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Am J Hum Genet. 2006 Oct;79(4):716-23. Epub 2006 Aug 14.

Linkage analysis identifies a novel locus for restless legs syndrome on chromosome 2q in a South Tyrolean population isolate.

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  • 1Institute of Genetic Medicine, European Academy, Bolzano, Italy.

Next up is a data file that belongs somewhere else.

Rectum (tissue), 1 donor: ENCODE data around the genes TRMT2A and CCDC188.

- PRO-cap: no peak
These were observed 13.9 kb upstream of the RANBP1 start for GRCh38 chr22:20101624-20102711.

Restless legs syndrome (RLS) is a common neurological condition with three loci (12q, 14q, and 9p) described so far, although none of these genes has yet been identified. We report a genomewide linkage scan of patients with RLS (n=37) assessed in a population isolate (n=530) of South Tyrol (Italy). Using both nonparametric and parametric analyses, we initially obtained suggestive evidence of a novel locus on chromosome 2q, with nominal evidence of linkage on chromosomes 5p and 17p. Follow-up genotyping yielded significant evidence of linkage (nonparametric LOD score 5.5, P<or=.0000033; heterogeneity LOD score 5.1; alpha =1.0) on chromosome 2q. Three families (S01, S05, and S016) were shown to descend from a common founder couple. A disease haplotype shared between family S01 and family S05 defines a candidate region of 8.2 cM; in addition, the single affected individual in family S016 shares three linked alleles at neighboring markers, which suggests a reduced candidate interval of only 1.6 cM. Two-point linkage analysis in this 10-generation pedigree provided significant evidence of a novel RLS locus in this region (LOD score 4.1). These findings reemphasize the genetic heterogeneity of the disorder and strongly support the identification of a novel locus for RLS on chromosome 2q.

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